On February 17, 1996, he completed one of the most famous chess matches between man and computer, a man’s victory. It was a glorious duel of supercomputer IBM Deep Blue against chess champion Garry Kasparov. Kasparov was the reigning world chess champion (the so-called classic world champion) at the time. By the way, Kasparov is certainly one of the strongest players in the recorded history of chess competitions, by some he might even be the strongest.
The Deep Blue and Kasparov computer duel took place in the US city of Philadelphia. A total of 6 games have been played. In the first game, Kasparov lost, which was the first time in history that a computer had defeated a reigning world chess champion under normal chess tournament conditions.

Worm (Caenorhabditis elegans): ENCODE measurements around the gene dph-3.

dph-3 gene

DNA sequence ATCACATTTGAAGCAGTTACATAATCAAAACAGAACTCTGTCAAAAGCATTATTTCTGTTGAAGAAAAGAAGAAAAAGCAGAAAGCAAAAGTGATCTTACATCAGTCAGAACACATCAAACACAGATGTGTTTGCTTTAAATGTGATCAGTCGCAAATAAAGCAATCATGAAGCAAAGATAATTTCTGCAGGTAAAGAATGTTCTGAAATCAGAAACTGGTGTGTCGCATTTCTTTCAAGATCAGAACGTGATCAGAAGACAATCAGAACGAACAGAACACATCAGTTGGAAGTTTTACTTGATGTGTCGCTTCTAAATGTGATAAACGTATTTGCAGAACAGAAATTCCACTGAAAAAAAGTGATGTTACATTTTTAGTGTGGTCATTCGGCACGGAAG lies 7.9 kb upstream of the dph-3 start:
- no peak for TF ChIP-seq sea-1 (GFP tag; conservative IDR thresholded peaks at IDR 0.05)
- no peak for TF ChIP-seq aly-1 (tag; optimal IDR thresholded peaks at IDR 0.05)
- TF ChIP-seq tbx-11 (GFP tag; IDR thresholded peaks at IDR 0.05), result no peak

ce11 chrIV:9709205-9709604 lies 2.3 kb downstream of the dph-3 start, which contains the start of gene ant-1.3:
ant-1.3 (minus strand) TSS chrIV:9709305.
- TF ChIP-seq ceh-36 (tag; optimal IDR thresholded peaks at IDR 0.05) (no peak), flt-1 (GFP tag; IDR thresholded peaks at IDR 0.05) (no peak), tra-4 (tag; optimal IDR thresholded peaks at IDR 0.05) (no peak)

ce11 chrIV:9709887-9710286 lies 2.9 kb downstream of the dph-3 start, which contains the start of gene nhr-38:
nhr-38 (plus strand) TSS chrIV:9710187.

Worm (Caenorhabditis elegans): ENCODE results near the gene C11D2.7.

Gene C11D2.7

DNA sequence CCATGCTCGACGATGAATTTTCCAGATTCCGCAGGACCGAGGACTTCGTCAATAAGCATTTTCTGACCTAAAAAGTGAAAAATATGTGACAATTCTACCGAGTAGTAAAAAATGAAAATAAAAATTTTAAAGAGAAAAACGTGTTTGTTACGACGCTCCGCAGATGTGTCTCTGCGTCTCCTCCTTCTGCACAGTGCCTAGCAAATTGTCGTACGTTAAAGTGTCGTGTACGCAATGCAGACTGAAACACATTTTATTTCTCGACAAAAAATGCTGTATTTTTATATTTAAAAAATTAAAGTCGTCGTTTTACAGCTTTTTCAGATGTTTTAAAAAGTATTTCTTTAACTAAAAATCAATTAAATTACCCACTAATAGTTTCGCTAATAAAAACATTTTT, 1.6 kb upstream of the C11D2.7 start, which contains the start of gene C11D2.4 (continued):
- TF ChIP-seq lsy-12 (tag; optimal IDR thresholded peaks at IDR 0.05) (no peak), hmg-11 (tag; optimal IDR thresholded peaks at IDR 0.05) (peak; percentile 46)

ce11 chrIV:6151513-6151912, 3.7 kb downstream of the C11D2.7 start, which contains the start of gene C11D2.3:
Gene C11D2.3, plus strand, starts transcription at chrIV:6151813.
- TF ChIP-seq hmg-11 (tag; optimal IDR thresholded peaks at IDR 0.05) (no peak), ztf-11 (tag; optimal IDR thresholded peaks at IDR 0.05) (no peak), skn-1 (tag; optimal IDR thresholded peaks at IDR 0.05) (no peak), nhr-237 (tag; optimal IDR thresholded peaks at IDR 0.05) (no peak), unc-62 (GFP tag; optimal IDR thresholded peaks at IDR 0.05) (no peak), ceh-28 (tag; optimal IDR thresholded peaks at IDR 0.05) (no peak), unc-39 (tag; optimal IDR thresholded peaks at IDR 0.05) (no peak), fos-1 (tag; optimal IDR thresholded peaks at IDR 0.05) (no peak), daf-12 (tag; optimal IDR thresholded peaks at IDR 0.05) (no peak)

The Deep Blue computer was developed at IBM just for use in chess. It could count about 100 million strokes per second. Despite all this, Garry Kasparov beat him after 6 games played with a score of 4 – 2 (he won 3 games, lost only one and two were unresolved).
The following year (1997), there was again a Kasparov duel with the computer, but with an upgraded version of IBM Deep Blue. The computer could now count 200 million strokes per second and beat Kaspar by a score of 3.5 – 2.5.